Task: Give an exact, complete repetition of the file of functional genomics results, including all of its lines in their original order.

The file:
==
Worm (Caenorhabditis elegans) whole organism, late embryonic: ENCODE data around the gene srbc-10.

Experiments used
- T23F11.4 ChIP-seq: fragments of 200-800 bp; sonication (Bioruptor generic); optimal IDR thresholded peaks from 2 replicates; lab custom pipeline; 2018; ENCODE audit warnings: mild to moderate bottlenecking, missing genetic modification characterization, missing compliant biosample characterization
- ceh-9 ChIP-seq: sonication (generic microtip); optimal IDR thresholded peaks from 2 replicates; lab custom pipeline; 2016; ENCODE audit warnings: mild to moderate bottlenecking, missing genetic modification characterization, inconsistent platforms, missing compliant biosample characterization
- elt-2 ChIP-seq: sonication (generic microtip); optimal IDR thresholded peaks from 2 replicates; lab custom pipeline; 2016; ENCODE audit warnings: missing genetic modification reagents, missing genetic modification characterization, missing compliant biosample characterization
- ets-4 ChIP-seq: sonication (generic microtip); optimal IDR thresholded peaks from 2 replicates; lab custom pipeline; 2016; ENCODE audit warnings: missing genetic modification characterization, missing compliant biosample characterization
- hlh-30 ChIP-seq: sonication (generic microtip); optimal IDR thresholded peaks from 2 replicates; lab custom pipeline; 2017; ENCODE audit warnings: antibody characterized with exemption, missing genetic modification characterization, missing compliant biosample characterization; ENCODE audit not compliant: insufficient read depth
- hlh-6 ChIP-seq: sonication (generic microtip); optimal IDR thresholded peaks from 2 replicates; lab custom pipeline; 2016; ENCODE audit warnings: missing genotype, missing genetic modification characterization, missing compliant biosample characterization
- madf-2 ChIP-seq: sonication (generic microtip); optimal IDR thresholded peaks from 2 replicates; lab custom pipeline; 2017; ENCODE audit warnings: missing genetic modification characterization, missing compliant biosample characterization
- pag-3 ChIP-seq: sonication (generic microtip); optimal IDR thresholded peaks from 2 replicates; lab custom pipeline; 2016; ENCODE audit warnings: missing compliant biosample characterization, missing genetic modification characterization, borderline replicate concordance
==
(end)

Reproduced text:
Worm (Caenorhabditis elegans) whole organism, late embryonic: ENCODE data around the gene srbc-10.

Experiments used
- T23F11.4 ChIP-seq: fragments of 200-800 bp; sonication (Bioruptor generic); optimal IDR thresholded peaks from 2 replicates; lab custom pipeline; 2018; ENCODE audit warnings: mild to moderate bottlenecking, missing genetic modification characterization, missing compliant biosample characterization
- ceh-9 ChIP-seq: sonication (generic microtip); optimal IDR thresholded peaks from 2 replicates; lab custom pipeline; 2016; ENCODE audit warnings: mild to moderate bottlenecking, missing genetic modification characterization, inconsistent platforms, missing compliant biosample characterization
- elt-2 ChIP-seq: sonication (generic microtip); optimal IDR thresholded peaks from 2 replicates; lab custom pipeline; 2016; ENCODE audit warnings: missing genetic modification reagents, missing genetic modification characterization, missing compliant biosample characterization
- ets-4 ChIP-seq: sonication (generic microtip); optimal IDR thresholded peaks from 2 replicates; lab custom pipeline; 2016; ENCODE audit warnings: missing genetic modification characterization, missing compliant biosample characterization
- hlh-30 ChIP-seq: sonication (generic microtip); optimal IDR thresholded peaks from 2 replicates; lab custom pipeline; 2017; ENCODE audit warnings: antibody characterized with exemption, missing genetic modification characterization, missing compliant biosample characterization; ENCODE audit not compliant: insufficient read depth
- hlh-6 ChIP-seq: sonication (generic microtip); optimal IDR thresholded peaks from 2 replicates; lab custom pipeline; 2016; ENCODE audit warnings: missing genotype, missing genetic modification characterization, missing compliant biosample characterization
- madf-2 ChIP-seq: sonication (generic microtip); optimal IDR thresholded peaks from 2 replicates; lab custom pipeline; 2017; ENCODE audit warnings: missing genetic modification characterization, missing compliant biosample characterization
- pag-3 ChIP-seq: sonication (generic microtip); optimal IDR thresholded peaks from 2 replicates; lab custom pipeline; 2016; ENCODE audit warnings: missing compliant biosample characterization, missing genetic modification characterization, borderline replicate concordance